The average public school student-to-counselor ratio for the 2015-16 school year was 464-to-1. That’s nearly double the 250-to-1 ratio recommended as a ceiling by the American School Counselor Association, and each of those students needs personalized attention that typically spans years. College admission recruiters recognize the challenge counselors face, know what’s at stake, and have important tips college counselors need to know to save time and avoid missteps.
Advice from a College Admission Recruiter
It’s no exaggeration to say that college counselors race the clock. If you have the average number of students to serve, you help 464 kids pick classes and extracurricular activities, overcome the hurdles and headaches of mapping a path to college, and deal with the intricacies of college admission, financial aid, and scholarship applications. It’s a process that takes years and is best started early.
It helps to have an edge when so much hangs in the balance and the odds, or ratios, are stacked against you. So here are some important tips for college counselors from a USF admission recruiter:
On Sending Documents to Prospective Colleges
The river of paperwork that counselors help students funnel to college admissions offices is useless if it doesn’t flow into the proper filing cabinets. To ensure those transcripts, résumés, letters of recommendation, and standardized test scores get in the right hands:
Ensure that a properly completed college application is on file with the target schools. Without the application, the rest is useless.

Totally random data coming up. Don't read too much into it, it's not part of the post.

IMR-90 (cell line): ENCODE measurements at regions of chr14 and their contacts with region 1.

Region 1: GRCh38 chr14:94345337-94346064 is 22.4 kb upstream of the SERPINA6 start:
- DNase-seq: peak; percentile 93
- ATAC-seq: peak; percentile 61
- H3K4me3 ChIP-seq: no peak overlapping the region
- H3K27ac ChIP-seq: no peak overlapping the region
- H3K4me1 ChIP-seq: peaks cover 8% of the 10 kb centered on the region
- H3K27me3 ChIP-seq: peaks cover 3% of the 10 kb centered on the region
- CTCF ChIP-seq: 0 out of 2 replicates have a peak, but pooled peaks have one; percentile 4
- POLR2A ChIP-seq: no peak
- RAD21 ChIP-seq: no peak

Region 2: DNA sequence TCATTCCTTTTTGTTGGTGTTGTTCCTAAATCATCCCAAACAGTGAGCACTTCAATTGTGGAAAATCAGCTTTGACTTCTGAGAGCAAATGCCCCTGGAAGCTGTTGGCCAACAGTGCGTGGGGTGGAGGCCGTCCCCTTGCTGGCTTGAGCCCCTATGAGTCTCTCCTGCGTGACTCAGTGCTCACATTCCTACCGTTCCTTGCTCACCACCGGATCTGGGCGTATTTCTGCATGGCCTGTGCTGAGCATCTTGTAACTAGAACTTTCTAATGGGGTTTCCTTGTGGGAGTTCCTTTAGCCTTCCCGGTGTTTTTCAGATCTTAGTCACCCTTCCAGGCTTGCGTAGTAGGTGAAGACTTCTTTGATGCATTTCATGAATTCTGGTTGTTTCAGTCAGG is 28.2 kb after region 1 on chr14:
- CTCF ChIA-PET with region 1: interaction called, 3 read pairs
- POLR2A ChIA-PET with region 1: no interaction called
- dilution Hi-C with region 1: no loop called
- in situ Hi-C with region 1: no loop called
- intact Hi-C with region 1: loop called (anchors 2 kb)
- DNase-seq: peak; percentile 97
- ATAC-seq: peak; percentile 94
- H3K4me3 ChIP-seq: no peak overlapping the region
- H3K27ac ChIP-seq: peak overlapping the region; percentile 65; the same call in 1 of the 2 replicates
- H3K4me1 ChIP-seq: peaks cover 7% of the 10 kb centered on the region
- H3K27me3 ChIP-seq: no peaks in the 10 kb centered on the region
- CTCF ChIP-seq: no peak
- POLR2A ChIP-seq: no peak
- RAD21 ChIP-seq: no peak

Be sure the name on the student’s documents matches the name on the application.
When sending electronic transcripts, save the confirmation number and the date the transcripts were sent.
Sending important documents such as transcripts as certified mail means you will be alerted when it is received and told by whom.
Be sure to write the correct address and office number on any mailed items.
On Communicating with Admissions Offices
College counselors must help students navigate a sea of red tape, rules, and regulations when it comes to communicating with admissions offices, not the least of which is the federal Family Educational Rights and Privacy Act.
It’s called FERPA, and it dictates who can access a student’s records and how. Counselors need to familiarize themselves with the law and how to work within it.
The person offering these tips is a USF admission recruiter, so the quote that follows is USF-centric, but it’s applicable to any school that receives federal funding.
"At USF due to FERPA, our call center representatives are only able to provide you with basic information regarding the admission process and answer any questions you have that do not specifically pertain to an individual student record. In order to have these more sensitive conversations, please contact the USF admission recruiter for your territory.” Also:
It is preferable that you contact the admission recruiter while the student is present.
In addition to telling your students to apply to their target schools early and submit all necessary documents on time, remember these tips on helping students connect to their target schools, particularly USF:
USF admission decisions are made on a rolling basis. The sooner an application is received and completed, the sooner USF will be able to provide the student a decision on admission and financial aid information.
Make sure to develop a relationship with the USF admission recruiters for your territory. Email generally is preferable because recruiters spend a lot of time on the road.